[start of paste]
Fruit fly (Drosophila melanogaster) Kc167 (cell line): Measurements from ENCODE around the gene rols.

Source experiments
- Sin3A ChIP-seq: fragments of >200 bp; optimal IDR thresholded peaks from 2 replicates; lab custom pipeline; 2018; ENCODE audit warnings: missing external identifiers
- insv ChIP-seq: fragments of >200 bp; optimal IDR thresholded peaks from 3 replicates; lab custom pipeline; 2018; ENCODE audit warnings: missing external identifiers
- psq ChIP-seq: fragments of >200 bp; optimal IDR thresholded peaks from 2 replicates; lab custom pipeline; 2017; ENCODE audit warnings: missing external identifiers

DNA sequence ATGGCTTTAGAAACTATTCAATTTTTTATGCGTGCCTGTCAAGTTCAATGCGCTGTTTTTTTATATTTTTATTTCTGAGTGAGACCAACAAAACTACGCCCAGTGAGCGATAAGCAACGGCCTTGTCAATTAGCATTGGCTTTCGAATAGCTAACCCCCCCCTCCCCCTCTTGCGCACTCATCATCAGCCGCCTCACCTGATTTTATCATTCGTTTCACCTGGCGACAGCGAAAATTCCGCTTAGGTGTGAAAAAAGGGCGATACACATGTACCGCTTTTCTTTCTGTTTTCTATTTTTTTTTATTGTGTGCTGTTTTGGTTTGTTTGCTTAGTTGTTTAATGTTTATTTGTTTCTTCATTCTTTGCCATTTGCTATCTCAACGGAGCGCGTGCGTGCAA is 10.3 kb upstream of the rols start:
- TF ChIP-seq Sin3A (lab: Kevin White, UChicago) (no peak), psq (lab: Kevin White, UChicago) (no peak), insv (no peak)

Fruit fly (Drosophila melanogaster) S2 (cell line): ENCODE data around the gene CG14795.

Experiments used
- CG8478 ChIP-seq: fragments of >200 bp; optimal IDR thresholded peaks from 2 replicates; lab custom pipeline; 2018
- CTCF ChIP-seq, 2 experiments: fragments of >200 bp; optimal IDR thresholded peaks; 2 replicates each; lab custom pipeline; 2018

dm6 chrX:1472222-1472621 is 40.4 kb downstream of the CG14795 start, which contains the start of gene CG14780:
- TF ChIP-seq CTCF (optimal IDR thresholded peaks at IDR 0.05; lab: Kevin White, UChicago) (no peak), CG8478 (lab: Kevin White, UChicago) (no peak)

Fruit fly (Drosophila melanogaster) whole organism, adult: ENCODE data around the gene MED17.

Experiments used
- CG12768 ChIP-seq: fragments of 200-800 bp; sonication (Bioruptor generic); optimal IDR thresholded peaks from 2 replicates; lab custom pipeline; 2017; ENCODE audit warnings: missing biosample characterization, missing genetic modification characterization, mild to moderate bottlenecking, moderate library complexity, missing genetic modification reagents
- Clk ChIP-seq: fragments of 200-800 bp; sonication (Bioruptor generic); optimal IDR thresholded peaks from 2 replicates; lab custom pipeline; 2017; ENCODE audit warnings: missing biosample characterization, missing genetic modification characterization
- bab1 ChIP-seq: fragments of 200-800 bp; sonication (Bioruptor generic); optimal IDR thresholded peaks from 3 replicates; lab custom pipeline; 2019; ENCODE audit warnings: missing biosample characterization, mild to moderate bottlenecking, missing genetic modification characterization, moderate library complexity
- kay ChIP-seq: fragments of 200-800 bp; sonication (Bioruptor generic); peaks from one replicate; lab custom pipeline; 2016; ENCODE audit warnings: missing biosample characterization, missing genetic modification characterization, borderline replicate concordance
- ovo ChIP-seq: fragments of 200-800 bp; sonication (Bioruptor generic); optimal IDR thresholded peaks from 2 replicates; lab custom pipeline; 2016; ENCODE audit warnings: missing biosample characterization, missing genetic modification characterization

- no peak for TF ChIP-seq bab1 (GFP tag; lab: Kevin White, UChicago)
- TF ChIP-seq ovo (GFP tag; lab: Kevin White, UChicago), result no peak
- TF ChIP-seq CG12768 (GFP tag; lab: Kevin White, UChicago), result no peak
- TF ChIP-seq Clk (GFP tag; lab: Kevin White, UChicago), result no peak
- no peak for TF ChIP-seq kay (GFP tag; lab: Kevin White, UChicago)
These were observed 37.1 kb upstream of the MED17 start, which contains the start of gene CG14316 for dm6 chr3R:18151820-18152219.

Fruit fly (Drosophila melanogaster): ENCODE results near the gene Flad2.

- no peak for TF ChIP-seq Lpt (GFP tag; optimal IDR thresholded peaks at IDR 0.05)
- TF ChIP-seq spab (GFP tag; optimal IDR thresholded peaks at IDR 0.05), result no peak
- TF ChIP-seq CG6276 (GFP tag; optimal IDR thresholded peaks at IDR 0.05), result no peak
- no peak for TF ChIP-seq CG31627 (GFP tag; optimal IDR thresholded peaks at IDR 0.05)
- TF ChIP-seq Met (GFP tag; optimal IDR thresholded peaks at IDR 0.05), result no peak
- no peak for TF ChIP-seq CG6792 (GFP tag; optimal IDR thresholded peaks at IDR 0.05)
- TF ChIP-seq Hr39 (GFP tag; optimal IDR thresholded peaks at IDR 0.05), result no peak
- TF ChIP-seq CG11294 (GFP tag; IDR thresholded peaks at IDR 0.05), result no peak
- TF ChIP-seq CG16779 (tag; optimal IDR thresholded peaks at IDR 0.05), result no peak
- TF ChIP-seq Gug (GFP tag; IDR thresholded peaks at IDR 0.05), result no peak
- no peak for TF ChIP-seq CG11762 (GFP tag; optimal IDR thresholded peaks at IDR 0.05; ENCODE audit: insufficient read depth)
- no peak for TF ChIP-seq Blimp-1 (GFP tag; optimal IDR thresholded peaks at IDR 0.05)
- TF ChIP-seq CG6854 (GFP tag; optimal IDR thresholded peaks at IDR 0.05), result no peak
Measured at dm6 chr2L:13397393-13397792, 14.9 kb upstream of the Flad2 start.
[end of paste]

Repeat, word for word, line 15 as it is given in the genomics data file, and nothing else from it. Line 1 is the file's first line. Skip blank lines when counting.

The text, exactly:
Experiments used